start to break from the stereotype of what a ‘green’ product looks
like. By highlighting that environmentally preferable choices — in
this case, pre-owned — can be style-savvy and pocketbook friendly,
we’re able to engage with our consumers around greener choices by
showing them how it adds value to their life, rather than demanding
5. Materiality Matters
The corollary to the above — consumers aren’t naive, either. A green
claim has to feel like it’s in line with the core offering and impact of
the product. Otherwise, it just doesn’t ring true. Look at the backlash
surrounding bottled water’s attempt to ‘go green’ to see what happens
when you take a fundamentally unsustainable product and layer on some
6. We Need a New Lexicon
Just about any sustainability professional will admit to feeling
hamstrung by the inadequate language in our field. Words like ‘green,’
‘eco-friendly,’ and ‘ethically-sourced’ have become so ubiquitous as to
nearly render them meaningless. Plus, so much of our lingo focuses on
just one aspect of a complex and interwoven set of issues. I know there
are people much savvier than I am working on this, and I can only hope
that they get there, and fast.
7. Don’t Be a Conversation Hog
Once a brand ‘gets’ the green religion, their next instinct is often to
develop a traditional communications plan around it. Problem is, no one
is listening these days. Engaging consumers means just that:
establishing an open, two-way, ongoing dialogue. It’s much harder than
issuing a press release, but way more effective.
8. Peer Pressure Can Do What You Can’t
The influence of ‘word of mouth’ has never been more relevant than in
today’s world of online social networks and increased cynicism towards
traditional marketing. Invest the time in converting true believers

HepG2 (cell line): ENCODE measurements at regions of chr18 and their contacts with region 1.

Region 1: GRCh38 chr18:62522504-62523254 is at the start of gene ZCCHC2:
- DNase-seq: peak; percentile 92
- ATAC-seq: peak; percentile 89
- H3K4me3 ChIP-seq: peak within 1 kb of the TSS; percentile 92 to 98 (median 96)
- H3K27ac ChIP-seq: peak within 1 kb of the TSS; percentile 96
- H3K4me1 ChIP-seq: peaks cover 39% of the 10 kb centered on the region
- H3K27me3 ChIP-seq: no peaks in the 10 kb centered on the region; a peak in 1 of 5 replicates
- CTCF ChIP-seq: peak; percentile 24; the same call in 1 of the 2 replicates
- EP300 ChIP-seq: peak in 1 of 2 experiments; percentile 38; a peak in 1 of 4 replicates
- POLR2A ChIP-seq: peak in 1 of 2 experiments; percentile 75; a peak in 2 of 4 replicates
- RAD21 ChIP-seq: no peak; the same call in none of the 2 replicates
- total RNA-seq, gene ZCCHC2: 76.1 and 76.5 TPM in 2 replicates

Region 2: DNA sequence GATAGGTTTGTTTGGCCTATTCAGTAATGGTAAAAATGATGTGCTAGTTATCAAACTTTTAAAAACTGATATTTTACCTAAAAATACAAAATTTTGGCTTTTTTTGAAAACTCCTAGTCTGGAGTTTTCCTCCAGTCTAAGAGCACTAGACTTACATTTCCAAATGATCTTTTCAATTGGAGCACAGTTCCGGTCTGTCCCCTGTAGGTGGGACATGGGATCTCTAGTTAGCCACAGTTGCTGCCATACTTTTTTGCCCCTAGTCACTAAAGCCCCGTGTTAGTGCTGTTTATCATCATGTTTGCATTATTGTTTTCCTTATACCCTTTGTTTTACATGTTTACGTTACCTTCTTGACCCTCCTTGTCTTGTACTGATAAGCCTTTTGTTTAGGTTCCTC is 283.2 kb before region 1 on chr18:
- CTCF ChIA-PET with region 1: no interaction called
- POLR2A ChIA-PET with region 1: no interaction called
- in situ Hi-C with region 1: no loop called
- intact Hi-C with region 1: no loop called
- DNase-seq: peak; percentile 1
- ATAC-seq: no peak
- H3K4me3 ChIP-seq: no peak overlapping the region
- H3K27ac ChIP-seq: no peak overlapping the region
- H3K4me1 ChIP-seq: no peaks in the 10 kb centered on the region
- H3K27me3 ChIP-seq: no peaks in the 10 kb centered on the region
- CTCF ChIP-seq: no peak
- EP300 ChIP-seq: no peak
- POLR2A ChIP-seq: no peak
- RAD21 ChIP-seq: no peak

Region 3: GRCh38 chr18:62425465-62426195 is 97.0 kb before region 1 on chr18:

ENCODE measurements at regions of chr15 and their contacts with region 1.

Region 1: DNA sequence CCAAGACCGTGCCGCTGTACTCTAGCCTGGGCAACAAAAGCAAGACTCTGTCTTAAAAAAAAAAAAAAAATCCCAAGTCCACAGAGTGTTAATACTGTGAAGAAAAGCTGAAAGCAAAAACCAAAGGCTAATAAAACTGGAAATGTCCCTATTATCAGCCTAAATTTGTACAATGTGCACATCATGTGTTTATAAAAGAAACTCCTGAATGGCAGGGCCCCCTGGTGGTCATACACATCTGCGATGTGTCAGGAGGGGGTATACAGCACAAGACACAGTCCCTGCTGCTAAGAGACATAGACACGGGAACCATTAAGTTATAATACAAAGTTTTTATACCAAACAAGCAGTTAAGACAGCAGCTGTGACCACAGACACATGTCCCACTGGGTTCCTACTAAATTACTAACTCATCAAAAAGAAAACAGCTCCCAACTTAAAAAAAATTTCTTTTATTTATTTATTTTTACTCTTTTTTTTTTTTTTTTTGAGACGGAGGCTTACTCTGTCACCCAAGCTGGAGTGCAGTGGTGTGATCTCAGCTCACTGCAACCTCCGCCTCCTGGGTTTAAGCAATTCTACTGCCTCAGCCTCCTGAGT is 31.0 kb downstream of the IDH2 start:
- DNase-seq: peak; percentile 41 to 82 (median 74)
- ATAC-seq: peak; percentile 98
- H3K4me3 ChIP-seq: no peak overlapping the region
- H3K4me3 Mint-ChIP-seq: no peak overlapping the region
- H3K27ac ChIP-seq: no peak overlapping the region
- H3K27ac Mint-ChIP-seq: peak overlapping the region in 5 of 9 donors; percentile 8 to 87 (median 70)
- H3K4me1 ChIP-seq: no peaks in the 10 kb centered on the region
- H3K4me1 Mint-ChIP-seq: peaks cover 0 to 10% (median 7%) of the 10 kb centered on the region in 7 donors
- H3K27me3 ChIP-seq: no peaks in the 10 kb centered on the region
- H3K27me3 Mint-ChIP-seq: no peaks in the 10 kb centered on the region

which, as in eBay’s case, might first be your own employees, and watch
the network effect take off. Social media has only begun to be tapped as
a powerful agent for social change; there’s definitely more to come.
9. Question What Business You’re Really In
How much of Starbucks’ success is due to how they see their corporate
mission, “to inspire and nurture the human spirit,” rather than just
providing a good cup of coffee? Ford Motor Company CEO Bill Ford now
talks about being a transportation business rather than a car
manufacturer. Visionary. And just in time, given the rise of models like
ZipCar, it's one of many examples of transitioning a business model
from product to service. The dematerialization and digitization of
goods — think iTunes — is another trend to watch for, and to cheer on.
10. There’s a Small Window With Big Opportunity
Consumer research everywhere shows a marked shift in consumer attitudes,
no doubt affected by the state of the global economy. Value and values
are top of mind. More than anything, people want to feel like they are
making smart choices with their limited budgets and securing against an
uncertain future. In this, there is infinite opportunity to shift
consumption patterns but only through swift, smart action on the part of
leading brands to meet the longing that people today have for lives
with more meaning, and less useless stuff.
Smart businesses will see that they can gain greater share of wallets
with such efforts, and the race is on to see which can create and defend
deep relationships with their consumers by bringing the concept of a
more sustainable lifestyle out of utopia and into reality.
Amy Skoczlas Cole is director of the eBay Green Team.